Using Apps for Clinical Care? 5 Steps to Legal, Ethical, Evidence-Based Mental Health Apps

Privacy Failures – Research into Mental Health Apps, Part II


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App privacy is a crucial aspect to consider when utilizing mental health apps. However, a recent study by researchers Camacho, Cohen and Torous and published in JAMA Network Open showed no correlation between app privacy scores and consumer ratings. The study reviewed 578 mental health apps, examining various features including privacy. These findings highlight the importance for professionals to carefully evaluate and consider the privacy and accessibility of mental health apps before suggesting them for mental health support. The article below is a continuation of Therapy Apps – research into Mental Health Apps, Part I.

Insights Into Mental Health App Privacy Policies 

The study has revealed some key findings concerning the privacy and features of these apps:

Of the 578 apps reviewed, only 77% had a privacy policy. Nearly a quarter of the apps needed clear guidelines for handling user data.

The study found that, on average, the privacy policies that were present were written in at a 12th-grade reading comprehension level. This is concerning to supporters of the plain language community because the average reading level in the United States is 7-8-th grade. The finding suggests then, that many people will not understand the privacy implications of the apps used to track their behavioral health information.

The study also looked at the sharing of personal information with third parties. It was found that 44% of the apps shared personal health information (PHI), demographic data, and medical histories with third parties. This means that a significant portion of the apps shared sensitive information without their users’ explicit consent.

The study scraped and collected data from app vendors, analyzing the privacy scores of apps on the App Store and Google Play Store. The findings showed no significant correlation between privacy scores and the number of downloads on the Apple App Store. However, the number of downloads on Google’s store was weakly correlated with privacy.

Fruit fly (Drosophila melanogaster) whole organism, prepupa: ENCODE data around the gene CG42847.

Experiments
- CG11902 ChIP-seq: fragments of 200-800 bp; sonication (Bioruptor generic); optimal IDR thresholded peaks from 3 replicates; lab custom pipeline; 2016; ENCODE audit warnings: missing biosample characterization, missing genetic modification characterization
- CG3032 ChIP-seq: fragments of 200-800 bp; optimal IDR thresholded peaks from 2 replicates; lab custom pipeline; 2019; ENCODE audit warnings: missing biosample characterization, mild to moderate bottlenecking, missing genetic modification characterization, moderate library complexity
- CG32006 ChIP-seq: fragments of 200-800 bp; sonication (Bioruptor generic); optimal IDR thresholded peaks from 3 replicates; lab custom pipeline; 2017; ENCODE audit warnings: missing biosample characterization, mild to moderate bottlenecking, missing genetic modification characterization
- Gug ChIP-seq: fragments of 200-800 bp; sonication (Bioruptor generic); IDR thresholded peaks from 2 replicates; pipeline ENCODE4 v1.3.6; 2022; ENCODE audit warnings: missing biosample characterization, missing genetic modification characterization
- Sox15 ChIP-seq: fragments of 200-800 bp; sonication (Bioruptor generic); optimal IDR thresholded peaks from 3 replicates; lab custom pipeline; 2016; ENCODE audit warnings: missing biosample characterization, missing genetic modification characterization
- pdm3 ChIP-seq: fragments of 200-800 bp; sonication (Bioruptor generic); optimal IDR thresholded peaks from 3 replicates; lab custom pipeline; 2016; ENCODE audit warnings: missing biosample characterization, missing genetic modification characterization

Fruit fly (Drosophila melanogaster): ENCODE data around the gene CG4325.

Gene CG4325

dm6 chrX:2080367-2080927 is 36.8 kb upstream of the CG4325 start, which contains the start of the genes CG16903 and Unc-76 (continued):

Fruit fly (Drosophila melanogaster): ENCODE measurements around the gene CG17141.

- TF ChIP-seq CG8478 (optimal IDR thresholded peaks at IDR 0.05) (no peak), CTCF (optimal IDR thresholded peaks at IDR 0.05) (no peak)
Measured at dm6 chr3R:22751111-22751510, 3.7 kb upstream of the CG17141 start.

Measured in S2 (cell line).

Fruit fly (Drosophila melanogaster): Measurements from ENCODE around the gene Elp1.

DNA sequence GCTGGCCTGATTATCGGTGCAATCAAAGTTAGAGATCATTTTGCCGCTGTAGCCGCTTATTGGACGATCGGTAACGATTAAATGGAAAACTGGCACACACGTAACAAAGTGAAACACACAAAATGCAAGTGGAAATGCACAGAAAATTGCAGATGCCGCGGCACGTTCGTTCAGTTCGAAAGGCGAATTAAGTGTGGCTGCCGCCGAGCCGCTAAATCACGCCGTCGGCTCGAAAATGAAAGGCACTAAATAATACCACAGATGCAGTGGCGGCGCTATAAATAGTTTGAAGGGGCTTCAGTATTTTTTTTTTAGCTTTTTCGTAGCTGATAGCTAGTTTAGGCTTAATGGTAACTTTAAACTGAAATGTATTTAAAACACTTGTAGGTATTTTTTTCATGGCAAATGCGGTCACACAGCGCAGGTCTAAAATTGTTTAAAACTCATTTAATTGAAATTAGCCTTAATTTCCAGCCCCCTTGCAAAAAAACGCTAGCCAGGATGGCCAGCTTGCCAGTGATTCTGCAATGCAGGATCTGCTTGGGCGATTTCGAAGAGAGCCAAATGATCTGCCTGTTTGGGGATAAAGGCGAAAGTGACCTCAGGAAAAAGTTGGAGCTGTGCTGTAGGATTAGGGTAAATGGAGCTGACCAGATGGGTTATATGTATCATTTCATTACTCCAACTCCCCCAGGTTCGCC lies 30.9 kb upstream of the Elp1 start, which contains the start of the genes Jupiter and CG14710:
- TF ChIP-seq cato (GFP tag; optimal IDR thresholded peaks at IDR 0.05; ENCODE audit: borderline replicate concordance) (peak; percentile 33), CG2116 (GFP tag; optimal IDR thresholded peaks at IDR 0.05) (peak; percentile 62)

However, Google Play Store app downloads could have been better connected with privacy ratings, demonstrating that app popularity indicators do not help identify applications with higher privacy.

There was no statistically significant correlation between privacy scores and star ratings. The researchers concluded that star ratings or the number of downloads for mental health apps currently available in the marketplace may not provide adequate information about the privacy or efficacy of mental health apps. In other words, app privacy metrics are not helpful for identifying apps with increased privacy.

Accessibility of Mental Health Apps

Another issue examined by the researchers involved accessibility features, which may include adjustable text size, and text-to-speech or speech-to-text abilities. Another accessibility feature is a colorblind color scheme adjuster. Only half of the apps reviewed included a single accessibility feature.

  • The researcher’s findings also mirror results in the literature indicating the limited availability of mental health apps offered in Spanish, with only 18% of the apps studied including with Spanish language functionality. Only 2% of the mental health apps were designed to support individuals experiencing schizophrenia.
  • Three hundred seventy-eight apps could function without an Internet connection, making them accessible to a broader range of individuals.
  • Almost 88% of all apps were available for free download, with 39% completely free and 44% available as in-app purchases. 34% of apps required a subscription to unlock all functionality.
  • These findings suggest that while the app marketplace offers a plethora of apps, marketplace forces alone are not creating an ecosystem of apps that are accessible to all or increasing access in patient groups that may need the most support.

“These findings suggest that apps on the marketplace offer overlapping features, and metrics such as star ratings or the number of downloads may not provide adequate information about the privacy or efficacy of mental health apps,” the journal article authors wrote.

Limitations of this Mental Health App Study

The study has its own set of limitations that must be taken into consideration when interpreting the results.

The focus of the study was primarily on evaluating the content type rather than the quality of the content.

Some of the apps included in the study cost $10 or less, which may not accurately represent the entire app landscape as more costly apps may offer different features.

The study’s findings may indicate the regulatory landscape for the most popular or widely used mental health apps from both app stores but cannot be generalized to all mental health apps.

“The findings of this cross-sectional study suggest that the current app marketplace lacks diversity in offerings and fails to implement potentially high-impact features,” the study’s authors wrote. “Another challenge to the app space is that easily accessible metrics like star ratings fail to consider privacy capabilities. Thus, clinicians and patients must discern apps beyond such measures to ensure the discovery of apps that both fit their unique needs and protect their privacy.”

Part I of this 2-part review of the important contribution made by researchers Camacho, Cohen, and Torous and published in JAMA Network Open can be found below, along with other blog posts published by in recent years.

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